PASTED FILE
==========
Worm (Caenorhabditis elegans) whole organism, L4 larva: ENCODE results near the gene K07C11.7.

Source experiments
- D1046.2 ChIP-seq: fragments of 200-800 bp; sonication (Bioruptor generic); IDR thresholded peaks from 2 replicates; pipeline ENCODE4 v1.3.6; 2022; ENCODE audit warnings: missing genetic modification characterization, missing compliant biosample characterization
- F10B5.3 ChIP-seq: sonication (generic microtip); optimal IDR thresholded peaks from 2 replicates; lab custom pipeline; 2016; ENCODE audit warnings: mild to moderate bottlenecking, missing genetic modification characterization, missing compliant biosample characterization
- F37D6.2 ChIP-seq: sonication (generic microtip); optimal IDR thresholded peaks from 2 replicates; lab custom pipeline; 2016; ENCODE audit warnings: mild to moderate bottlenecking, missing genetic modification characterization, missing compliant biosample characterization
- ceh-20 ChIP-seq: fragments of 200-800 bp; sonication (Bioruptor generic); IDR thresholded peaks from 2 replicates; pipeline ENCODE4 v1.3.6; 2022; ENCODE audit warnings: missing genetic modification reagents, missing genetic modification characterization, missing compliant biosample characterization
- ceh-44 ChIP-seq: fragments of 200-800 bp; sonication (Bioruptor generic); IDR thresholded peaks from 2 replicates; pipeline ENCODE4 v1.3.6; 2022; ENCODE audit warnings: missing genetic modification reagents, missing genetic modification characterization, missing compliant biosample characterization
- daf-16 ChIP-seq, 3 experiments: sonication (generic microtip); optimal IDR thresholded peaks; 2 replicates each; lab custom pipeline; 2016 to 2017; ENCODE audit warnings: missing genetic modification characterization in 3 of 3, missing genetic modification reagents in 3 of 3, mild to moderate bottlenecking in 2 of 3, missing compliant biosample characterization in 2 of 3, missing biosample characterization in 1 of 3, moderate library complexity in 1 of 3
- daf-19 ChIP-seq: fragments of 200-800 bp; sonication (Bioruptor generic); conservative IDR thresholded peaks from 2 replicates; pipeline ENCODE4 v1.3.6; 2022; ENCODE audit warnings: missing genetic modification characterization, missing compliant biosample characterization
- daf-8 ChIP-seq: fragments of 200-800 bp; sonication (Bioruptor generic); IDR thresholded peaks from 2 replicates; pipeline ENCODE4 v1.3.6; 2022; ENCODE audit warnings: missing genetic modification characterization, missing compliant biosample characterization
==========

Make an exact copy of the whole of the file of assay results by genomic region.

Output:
Worm (Caenorhabditis elegans) whole organism, L4 larva: ENCODE results near the gene K07C11.7.

Source experiments
- D1046.2 ChIP-seq: fragments of 200-800 bp; sonication (Bioruptor generic); IDR thresholded peaks from 2 replicates; pipeline ENCODE4 v1.3.6; 2022; ENCODE audit warnings: missing genetic modification characterization, missing compliant biosample characterization
- F10B5.3 ChIP-seq: sonication (generic microtip); optimal IDR thresholded peaks from 2 replicates; lab custom pipeline; 2016; ENCODE audit warnings: mild to moderate bottlenecking, missing genetic modification characterization, missing compliant biosample characterization
- F37D6.2 ChIP-seq: sonication (generic microtip); optimal IDR thresholded peaks from 2 replicates; lab custom pipeline; 2016; ENCODE audit warnings: mild to moderate bottlenecking, missing genetic modification characterization, missing compliant biosample characterization
- ceh-20 ChIP-seq: fragments of 200-800 bp; sonication (Bioruptor generic); IDR thresholded peaks from 2 replicates; pipeline ENCODE4 v1.3.6; 2022; ENCODE audit warnings: missing genetic modification reagents, missing genetic modification characterization, missing compliant biosample characterization
- ceh-44 ChIP-seq: fragments of 200-800 bp; sonication (Bioruptor generic); IDR thresholded peaks from 2 replicates; pipeline ENCODE4 v1.3.6; 2022; ENCODE audit warnings: missing genetic modification reagents, missing genetic modification characterization, missing compliant biosample characterization
- daf-16 ChIP-seq, 3 experiments: sonication (generic microtip); optimal IDR thresholded peaks; 2 replicates each; lab custom pipeline; 2016 to 2017; ENCODE audit warnings: missing genetic modification characterization in 3 of 3, missing genetic modification reagents in 3 of 3, mild to moderate bottlenecking in 2 of 3, missing compliant biosample characterization in 2 of 3, missing biosample characterization in 1 of 3, moderate library complexity in 1 of 3
- daf-19 ChIP-seq: fragments of 200-800 bp; sonication (Bioruptor generic); conservative IDR thresholded peaks from 2 replicates; pipeline ENCODE4 v1.3.6; 2022; ENCODE audit warnings: missing genetic modification characterization, missing compliant biosample characterization
- daf-8 ChIP-seq: fragments of 200-800 bp; sonication (Bioruptor generic); IDR thresholded peaks from 2 replicates; pipeline ENCODE4 v1.3.6; 2022; ENCODE audit warnings: missing genetic modification characterization, missing compliant biosample characterization